Preparing for War: Democratic Threat Responsiveness and Military Spending in the Long 19th Century

Alexander von Hagen-Jamar

Research output: Working paper/PreprintWorking paper

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Abstract

What explains variation in military spending? Conventional wisdom suggests that states arm because of either foreign threats or domestic political institutions. The literature treats these factors as distinct and separate (Nordhaus et. al. 2012, Fordham and Walker 2005, Goldsmith 2003). Less attention is given to how states with different internal constraints respond to similar circumstances. This paper examines how states with different domestic political institutions respond to foreign threat during the Long 19th Century. Democratic states, with leaders who are accountable to a broad public through institutions of competitive elections and mass suffrage, invest in their militaries proportional to the level of foreign threat their state faces. Autocratic states respond less to shifts in the foreign security concerns, suggesting that the purpose of military spending differs in states with and without public accountability.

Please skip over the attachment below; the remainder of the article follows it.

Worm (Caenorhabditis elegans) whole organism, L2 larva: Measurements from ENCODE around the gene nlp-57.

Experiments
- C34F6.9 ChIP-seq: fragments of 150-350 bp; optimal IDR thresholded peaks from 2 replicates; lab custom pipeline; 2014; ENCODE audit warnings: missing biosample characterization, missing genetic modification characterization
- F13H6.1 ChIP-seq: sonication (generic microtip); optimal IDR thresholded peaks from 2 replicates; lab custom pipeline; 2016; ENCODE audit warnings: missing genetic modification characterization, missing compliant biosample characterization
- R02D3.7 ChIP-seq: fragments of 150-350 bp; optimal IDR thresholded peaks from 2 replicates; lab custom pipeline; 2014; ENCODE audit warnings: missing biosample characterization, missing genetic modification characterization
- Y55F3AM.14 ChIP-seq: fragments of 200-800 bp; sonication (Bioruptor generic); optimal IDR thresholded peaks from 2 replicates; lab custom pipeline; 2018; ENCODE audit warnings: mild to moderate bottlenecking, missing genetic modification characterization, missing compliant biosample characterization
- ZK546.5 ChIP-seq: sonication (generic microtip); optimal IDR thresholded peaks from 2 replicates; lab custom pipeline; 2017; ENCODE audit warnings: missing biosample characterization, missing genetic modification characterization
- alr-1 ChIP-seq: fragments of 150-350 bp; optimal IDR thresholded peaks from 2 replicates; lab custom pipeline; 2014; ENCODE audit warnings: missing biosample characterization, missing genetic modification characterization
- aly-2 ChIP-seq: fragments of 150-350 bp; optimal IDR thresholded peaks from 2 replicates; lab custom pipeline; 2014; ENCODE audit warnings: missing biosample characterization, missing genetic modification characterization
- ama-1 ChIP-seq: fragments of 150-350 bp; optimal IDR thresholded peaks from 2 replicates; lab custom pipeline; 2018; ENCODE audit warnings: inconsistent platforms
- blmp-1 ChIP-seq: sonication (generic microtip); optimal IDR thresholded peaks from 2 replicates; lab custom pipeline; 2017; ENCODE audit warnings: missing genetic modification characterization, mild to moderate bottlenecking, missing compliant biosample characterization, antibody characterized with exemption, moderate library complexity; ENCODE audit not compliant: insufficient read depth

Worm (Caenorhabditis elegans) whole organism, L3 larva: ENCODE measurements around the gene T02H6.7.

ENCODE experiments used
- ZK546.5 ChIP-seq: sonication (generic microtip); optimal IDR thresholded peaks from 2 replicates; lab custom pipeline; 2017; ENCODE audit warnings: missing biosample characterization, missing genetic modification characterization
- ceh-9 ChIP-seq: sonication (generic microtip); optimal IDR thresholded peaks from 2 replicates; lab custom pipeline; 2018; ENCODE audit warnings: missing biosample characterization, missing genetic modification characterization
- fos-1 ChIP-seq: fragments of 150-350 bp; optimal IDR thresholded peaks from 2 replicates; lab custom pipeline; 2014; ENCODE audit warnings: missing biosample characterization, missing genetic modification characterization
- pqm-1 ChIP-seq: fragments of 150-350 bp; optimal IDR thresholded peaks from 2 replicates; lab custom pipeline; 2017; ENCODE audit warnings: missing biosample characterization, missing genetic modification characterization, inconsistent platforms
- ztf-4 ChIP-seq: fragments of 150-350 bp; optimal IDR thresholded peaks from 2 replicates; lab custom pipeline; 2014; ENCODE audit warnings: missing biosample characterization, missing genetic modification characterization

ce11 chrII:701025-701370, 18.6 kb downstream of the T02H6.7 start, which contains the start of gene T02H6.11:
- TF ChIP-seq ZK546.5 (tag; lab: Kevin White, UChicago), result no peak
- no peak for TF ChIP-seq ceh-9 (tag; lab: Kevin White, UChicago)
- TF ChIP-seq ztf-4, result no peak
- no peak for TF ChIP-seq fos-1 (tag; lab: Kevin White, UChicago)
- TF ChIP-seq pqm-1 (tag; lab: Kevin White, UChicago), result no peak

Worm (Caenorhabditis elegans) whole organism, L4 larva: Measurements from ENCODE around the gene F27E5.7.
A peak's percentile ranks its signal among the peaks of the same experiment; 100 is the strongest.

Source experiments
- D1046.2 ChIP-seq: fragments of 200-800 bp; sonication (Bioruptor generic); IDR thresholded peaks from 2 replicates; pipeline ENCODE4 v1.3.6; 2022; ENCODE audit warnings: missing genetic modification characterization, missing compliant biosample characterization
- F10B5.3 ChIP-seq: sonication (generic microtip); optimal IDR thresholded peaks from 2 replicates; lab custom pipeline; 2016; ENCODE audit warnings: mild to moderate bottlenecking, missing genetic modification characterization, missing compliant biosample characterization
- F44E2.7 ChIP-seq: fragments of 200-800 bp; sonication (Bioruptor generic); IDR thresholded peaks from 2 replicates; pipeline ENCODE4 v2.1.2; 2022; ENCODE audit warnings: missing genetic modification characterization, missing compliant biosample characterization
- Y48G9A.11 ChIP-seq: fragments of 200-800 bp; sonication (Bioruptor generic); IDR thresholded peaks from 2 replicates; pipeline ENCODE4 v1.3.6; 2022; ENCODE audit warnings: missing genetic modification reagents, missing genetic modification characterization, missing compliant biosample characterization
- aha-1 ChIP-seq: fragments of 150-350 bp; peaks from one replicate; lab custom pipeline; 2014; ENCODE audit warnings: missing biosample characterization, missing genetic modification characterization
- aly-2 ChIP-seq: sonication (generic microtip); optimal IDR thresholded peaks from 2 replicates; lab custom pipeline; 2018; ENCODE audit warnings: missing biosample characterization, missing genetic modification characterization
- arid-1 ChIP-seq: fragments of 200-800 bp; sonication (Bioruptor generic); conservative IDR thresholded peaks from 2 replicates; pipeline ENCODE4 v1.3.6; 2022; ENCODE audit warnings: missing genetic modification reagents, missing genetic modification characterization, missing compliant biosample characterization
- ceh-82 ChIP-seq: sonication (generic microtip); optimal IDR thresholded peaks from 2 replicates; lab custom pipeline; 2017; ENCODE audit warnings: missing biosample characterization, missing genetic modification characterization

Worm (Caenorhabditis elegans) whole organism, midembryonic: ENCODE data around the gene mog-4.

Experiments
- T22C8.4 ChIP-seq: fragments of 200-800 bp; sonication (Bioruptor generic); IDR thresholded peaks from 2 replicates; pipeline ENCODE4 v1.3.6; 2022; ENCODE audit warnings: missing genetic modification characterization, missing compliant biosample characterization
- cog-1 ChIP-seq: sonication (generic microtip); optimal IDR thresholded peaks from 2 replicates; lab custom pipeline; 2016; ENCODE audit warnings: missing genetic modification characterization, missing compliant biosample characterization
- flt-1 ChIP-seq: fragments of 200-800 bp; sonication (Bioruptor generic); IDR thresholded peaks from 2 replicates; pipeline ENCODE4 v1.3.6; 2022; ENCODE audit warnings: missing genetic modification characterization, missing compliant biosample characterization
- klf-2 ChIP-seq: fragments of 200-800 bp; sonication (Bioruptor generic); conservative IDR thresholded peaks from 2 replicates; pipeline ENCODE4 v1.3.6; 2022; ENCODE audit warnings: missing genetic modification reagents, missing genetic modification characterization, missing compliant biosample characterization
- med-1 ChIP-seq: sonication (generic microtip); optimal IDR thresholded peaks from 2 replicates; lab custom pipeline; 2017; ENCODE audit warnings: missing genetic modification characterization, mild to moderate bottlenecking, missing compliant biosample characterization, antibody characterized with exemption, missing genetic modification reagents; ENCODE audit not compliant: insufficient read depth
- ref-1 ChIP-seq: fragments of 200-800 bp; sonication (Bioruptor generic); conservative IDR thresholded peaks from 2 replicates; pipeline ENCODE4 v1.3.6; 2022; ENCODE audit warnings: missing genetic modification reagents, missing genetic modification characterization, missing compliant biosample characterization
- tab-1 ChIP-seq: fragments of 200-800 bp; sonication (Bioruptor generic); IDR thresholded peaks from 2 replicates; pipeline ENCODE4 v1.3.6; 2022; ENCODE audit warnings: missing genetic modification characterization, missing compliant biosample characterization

Original languageEnglish
Pages1-24
Number of pages24
Publication statusPublished - 2017 Dec

Publication series

NameSTANCE Working Papers Series
No.9
Volume2017

Subject classification (UKÄ)

  • Political Science

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